It is beautiful, it is fine, it is the noblest form of affection. There is nothing unnatural about it. It is intellectual, and it repeatedly exists between an elder and a younger man, when the elder man has intellect, and the younger man has all the joy, hope and glamour of life before him. That it should be so the world does not understand (Oscar Wilde).
The world did not, and does not, understand. How curious that the man identified with bringing homosexuality into the public sphere in modern times had a specific intellectual agenda to broadcast with respect to love. The public attempts to reduce the man’s reputation to the level of the gutter were met with references to poetry, philosophy and spirituality - to eros. And to where, might we ask, has this intellectual quotient disappeared?
I begin this entry knowing that I will displease some, but I have repeatedly been asked to write upon it, and can shirk the responsibility no longer. I wish, at the very least, to get one thing straight: men have always sought sexual intimacy with other men, but only very recently has this had anything at all to do with identity. Nothing within the pages of Being Manly is exclusionary, precisely because I believe that being manly is within the purview of any man, regardless of his physical persuasions, if he gives the matter due attention.
People have become very confused in recent years about what homosexuality means. Literally, it defines a sexual preference and nothing more. Unfortunately, a great burden has been placed upon men who desire other men to conform to a cultural standard, which sweeps up their sexuality with a gender identity, namely being ‘gay’ or ‘queer’. I have seen this happen: the public emergence as homosexual seems to entail a wholesale transformation of lifestyle, manners, morals and speech (especially intonation). I confess to being bewildered by this.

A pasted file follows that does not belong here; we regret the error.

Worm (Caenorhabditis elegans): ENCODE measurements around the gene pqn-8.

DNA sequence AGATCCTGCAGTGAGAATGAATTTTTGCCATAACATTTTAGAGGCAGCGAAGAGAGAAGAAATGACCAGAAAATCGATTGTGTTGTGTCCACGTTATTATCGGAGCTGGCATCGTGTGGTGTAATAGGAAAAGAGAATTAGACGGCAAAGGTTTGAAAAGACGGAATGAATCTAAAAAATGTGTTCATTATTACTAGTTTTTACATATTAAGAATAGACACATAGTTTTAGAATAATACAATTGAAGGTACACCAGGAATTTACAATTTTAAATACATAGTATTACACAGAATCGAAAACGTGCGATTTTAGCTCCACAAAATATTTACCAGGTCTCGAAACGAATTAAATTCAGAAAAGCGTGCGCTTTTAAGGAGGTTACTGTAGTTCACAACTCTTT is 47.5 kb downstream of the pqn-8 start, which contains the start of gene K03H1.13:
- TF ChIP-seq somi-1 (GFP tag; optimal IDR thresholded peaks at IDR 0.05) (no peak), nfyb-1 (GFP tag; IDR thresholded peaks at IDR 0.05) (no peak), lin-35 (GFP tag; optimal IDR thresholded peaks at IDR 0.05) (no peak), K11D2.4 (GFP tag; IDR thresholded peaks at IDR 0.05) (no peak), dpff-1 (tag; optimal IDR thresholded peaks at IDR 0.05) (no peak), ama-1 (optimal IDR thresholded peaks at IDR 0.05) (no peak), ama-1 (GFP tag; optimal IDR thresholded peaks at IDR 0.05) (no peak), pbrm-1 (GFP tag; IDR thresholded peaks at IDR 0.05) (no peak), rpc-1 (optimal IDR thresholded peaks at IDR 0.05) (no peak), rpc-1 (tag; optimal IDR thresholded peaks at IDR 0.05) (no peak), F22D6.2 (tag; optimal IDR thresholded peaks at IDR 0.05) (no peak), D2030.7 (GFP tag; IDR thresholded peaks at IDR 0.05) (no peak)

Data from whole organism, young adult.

There are, within this culture, realities that sit at odds with what I tentatively call common decency. Please don’t mistake this sentence as prudish, bigoted or hypocritical. To my mind, it is just as lax and impolite for a heterosexual person to behave with wanton abandon, marking notches on the bedpost and publicly announcing, even flaunting, his promiscuity. I refuse to associate with straight men like this for they show a complete disregard for those who place discretion as a cornerstone of propriety. Unfortunately, just as in the case of the justly maligned macho man, many gay men feel an expectation to behave in this way – it is something of a cultural standard – and it does a great discredit to the many men who are sober, faithful partners (or who at least would appreciate fidelity), and who believe in the qualitative value of relationships, the bonds of love, and all the signs of an upstanding man in modern society. Discretion is the better part of valour. All men would do well to remember this, regardless of with whom they care to sleep.
Therefore, let us talk of love, come one, come all; but let us talk no more of unclothed activities, for they are and should be matters of the private life.